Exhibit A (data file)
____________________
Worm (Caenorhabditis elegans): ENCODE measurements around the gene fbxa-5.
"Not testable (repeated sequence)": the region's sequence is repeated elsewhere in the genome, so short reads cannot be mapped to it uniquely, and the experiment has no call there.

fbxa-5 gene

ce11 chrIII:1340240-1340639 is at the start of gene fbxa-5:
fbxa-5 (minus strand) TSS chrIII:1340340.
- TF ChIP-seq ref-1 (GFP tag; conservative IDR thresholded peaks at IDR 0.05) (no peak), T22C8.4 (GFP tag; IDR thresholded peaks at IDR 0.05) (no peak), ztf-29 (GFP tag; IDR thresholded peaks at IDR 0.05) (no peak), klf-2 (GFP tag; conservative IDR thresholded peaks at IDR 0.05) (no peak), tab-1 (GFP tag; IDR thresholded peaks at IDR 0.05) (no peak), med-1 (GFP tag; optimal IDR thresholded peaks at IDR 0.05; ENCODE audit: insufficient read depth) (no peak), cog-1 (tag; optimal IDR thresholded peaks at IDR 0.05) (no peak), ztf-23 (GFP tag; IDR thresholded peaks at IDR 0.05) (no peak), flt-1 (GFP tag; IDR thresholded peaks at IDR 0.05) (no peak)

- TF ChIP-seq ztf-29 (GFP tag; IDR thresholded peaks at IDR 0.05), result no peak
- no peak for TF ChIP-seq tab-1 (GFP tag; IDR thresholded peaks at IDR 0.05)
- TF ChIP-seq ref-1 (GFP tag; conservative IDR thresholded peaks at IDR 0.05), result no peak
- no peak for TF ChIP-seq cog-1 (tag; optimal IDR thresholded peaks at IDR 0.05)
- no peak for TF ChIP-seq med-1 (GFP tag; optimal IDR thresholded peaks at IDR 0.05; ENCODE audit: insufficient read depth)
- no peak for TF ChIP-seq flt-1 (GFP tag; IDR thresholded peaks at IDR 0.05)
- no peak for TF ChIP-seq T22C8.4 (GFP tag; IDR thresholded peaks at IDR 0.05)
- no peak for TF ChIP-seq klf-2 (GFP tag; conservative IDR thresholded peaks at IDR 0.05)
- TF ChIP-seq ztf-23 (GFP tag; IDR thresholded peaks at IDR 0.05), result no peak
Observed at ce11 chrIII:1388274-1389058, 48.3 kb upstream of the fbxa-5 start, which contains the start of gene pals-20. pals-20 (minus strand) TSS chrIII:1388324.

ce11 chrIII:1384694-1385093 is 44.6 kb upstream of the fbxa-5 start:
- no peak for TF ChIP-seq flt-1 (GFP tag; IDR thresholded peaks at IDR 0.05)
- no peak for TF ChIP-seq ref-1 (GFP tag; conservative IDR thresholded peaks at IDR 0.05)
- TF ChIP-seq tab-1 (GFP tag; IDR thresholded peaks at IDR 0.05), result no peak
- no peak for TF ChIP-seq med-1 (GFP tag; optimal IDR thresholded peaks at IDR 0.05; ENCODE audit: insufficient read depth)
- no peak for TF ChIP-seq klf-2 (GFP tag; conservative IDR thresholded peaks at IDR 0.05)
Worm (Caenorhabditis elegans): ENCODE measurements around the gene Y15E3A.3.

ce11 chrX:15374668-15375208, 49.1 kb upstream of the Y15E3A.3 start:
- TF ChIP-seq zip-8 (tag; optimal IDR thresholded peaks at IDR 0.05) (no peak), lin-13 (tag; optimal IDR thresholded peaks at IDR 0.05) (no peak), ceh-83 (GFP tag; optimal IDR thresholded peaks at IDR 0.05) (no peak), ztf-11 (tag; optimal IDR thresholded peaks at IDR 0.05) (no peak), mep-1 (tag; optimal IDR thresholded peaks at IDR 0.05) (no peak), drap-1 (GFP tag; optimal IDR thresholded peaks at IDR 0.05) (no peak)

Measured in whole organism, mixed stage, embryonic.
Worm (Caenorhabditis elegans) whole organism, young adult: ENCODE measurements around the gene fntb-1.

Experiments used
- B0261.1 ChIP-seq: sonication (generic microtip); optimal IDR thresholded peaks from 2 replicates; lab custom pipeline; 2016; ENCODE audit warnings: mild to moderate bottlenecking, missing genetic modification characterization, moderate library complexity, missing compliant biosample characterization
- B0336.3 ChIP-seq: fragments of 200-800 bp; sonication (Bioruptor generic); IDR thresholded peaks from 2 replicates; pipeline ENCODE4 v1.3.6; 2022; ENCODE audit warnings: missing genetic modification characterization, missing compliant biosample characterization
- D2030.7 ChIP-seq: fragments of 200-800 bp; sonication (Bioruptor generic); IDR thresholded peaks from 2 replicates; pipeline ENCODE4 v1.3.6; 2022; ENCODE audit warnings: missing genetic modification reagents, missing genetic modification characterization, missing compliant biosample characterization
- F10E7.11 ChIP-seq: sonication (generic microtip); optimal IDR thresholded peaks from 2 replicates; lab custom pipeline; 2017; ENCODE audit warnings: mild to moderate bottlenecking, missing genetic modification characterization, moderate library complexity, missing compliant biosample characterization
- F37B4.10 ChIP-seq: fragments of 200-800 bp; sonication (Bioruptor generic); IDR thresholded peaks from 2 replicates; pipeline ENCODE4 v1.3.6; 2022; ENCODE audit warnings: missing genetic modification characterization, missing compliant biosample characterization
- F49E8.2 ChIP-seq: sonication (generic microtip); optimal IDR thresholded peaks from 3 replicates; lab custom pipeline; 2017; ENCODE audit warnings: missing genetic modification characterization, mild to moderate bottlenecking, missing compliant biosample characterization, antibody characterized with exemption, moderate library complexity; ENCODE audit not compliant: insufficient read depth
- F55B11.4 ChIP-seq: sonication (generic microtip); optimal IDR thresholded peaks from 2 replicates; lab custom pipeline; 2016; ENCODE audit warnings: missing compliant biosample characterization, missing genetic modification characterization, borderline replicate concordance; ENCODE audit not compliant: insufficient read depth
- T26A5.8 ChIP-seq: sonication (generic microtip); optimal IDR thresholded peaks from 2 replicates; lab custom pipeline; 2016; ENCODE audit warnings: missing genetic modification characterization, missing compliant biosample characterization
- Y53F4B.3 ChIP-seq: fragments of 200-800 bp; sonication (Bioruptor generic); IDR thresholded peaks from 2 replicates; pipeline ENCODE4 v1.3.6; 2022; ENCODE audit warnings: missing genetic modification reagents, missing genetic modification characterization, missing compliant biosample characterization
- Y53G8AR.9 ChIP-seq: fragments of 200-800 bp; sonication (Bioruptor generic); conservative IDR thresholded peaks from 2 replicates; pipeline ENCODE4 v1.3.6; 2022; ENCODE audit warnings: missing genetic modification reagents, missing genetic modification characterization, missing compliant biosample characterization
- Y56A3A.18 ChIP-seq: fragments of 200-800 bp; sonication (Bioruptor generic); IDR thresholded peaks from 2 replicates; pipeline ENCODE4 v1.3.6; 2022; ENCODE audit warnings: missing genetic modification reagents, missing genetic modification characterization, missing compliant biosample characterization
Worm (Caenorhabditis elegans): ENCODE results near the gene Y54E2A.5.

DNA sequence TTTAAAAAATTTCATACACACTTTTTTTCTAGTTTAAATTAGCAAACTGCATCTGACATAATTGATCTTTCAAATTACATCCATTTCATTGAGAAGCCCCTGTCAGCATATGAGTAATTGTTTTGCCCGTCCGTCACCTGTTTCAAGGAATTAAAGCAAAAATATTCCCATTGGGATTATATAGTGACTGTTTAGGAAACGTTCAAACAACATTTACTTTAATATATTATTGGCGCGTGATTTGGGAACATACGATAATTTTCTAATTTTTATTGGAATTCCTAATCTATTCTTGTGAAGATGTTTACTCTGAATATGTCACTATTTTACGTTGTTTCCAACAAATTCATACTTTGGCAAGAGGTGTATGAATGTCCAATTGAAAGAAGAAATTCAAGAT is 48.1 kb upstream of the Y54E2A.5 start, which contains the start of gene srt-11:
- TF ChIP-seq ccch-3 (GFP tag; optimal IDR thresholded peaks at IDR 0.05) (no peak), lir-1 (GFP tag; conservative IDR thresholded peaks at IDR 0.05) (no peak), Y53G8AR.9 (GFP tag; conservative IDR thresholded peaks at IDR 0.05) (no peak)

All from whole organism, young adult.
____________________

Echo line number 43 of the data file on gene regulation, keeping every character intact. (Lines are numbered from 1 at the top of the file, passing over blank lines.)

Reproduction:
All from whole organism, young adult.